This was my first novel by Jocelyn Green, but I was intrigued the moment I read its premise. A young midwife, after being falsely convicted for the death of a client, is able to have her prison sentence commuted if she will join a convoy of those going to help populate Louisiana in 1719. Leaving her native France and everything she knows in the hope that she might be able to find her brother who disappeared in Lousiana two years earlier, Julianne sets out on a lifelong journey which will be much more than she could have imagined.
From the very beginning, John Law and the Company of the Indies has more planned for the immigrants, who are mostly orphans and prisoners, than they were aware. Before they set sail, Julianne and the rest of the women are forced to choose husbands from among the men. The goal of the Company is to have as many French babies born in Louisiana as possible, bolstering the population and their claim on the colony. Julianne is wed to Simon, a kind man but also a firebrand willing to stand up to the oppression they find themselves under.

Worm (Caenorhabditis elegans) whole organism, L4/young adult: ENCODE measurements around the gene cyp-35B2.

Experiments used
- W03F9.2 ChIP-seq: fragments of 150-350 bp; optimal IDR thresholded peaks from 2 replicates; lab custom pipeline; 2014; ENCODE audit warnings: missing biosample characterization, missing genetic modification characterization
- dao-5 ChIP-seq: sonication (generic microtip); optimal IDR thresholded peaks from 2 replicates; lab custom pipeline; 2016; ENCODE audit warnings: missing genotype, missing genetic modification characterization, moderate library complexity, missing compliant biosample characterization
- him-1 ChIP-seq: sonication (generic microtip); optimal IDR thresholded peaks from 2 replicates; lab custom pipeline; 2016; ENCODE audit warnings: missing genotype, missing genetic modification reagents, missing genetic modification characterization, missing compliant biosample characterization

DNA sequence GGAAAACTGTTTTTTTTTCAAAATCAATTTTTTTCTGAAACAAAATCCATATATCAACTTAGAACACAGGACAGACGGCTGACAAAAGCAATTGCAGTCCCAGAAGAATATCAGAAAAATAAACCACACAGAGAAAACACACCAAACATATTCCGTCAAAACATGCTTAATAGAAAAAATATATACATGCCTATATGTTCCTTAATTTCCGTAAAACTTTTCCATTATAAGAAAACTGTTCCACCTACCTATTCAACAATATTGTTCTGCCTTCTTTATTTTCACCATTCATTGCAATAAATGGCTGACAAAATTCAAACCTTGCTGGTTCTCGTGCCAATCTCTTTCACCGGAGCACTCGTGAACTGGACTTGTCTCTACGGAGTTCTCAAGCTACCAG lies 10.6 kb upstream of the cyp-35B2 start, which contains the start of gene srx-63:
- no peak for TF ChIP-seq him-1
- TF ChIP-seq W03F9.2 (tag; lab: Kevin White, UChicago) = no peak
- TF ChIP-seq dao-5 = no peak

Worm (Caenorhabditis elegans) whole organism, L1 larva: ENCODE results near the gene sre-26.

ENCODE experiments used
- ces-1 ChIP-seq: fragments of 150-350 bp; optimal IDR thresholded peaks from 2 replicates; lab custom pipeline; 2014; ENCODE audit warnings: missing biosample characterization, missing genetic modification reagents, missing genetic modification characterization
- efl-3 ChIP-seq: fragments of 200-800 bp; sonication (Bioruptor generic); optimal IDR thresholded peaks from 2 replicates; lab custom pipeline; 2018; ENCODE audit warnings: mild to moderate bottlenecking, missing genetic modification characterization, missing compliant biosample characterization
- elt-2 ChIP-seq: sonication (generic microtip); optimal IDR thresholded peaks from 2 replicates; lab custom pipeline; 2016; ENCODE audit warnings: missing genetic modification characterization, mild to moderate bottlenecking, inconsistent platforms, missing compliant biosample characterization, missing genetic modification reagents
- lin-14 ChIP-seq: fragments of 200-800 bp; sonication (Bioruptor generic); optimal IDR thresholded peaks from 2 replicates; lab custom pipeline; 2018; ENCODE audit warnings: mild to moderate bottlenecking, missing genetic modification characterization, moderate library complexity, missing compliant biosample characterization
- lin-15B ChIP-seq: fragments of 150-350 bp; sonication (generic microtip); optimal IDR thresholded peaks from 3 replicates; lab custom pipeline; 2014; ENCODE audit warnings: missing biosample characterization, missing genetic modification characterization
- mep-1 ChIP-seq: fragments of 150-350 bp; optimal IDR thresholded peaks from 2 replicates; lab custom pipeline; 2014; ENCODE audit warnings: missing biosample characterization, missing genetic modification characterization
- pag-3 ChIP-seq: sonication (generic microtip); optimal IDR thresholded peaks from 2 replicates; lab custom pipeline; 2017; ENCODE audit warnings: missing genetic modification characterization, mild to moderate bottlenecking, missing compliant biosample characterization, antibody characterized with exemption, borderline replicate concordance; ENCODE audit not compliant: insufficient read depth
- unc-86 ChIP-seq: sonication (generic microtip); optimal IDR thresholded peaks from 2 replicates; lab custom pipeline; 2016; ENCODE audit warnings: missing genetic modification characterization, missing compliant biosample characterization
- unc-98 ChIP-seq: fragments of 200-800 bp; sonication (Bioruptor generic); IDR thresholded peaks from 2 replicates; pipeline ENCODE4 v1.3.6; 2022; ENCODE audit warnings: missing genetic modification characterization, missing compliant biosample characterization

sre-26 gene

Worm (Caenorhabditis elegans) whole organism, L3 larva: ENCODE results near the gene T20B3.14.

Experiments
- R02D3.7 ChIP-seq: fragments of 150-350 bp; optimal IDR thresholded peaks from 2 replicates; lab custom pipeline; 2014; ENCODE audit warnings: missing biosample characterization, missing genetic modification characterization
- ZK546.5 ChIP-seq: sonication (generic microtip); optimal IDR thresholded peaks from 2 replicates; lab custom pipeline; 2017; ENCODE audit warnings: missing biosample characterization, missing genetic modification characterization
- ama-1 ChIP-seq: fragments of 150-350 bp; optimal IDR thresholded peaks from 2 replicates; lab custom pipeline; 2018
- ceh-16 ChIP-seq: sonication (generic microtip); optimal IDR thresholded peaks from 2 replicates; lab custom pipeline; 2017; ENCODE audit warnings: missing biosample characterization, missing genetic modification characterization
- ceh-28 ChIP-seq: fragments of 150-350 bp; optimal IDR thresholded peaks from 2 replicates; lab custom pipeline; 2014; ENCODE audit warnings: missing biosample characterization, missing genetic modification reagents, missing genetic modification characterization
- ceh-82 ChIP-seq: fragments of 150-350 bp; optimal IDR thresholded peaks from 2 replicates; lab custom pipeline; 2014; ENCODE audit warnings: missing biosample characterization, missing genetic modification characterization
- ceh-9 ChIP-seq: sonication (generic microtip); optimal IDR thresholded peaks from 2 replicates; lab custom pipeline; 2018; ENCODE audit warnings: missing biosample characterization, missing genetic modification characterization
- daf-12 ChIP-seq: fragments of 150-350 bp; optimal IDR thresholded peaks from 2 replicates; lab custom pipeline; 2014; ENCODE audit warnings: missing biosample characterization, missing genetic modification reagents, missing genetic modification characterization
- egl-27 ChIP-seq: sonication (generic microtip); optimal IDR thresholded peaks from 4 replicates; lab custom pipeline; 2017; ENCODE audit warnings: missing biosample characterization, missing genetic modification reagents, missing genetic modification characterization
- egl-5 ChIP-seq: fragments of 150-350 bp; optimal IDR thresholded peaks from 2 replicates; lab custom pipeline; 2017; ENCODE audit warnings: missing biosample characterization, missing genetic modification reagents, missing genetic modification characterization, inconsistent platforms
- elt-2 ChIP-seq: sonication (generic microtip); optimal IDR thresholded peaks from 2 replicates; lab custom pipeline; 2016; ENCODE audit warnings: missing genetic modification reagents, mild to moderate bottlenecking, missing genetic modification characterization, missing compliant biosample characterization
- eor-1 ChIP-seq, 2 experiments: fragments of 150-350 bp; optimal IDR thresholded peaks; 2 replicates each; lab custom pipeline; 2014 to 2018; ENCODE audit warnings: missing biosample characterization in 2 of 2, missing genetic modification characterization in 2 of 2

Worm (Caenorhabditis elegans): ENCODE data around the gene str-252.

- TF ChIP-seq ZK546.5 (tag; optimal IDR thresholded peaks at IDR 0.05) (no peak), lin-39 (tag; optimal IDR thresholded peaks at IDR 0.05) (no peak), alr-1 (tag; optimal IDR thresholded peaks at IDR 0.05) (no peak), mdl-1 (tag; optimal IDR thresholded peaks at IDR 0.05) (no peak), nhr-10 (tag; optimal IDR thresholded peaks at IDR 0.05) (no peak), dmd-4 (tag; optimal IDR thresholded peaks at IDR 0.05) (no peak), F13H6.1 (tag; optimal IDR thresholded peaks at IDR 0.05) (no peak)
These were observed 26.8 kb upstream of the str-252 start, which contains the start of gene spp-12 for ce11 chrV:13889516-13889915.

Life is hard during the journey and as they settle in to their new home. Julianne can't find anyone who knows anything about her brother, but she begs Simon to be on the lookout as he ventures farther from New Orleans with the employment he's found. Meanwhile Julianne tries to start up a midwifery practice and face the memories of the last birth she attended and all the pain that has stemmed from that day.
The loss in this book is heartbreaking and yet realistic. Everyone in the story faces so much grief and hurt as they try to forge a life in this untamed land. Green does an amazing job with the sights, sounds, and smells of eighteenth century Louisiana, as well as the range of emotions our characters experience. This is a thick book, but I never wanted to put it down. I will certainly be looking to read more stories from this author in the future!
I received my copy of the book from LitFuse Publicity. All opinions in this review are my own. If you would like to read what other people are saying about "The Mark of the King," click here.
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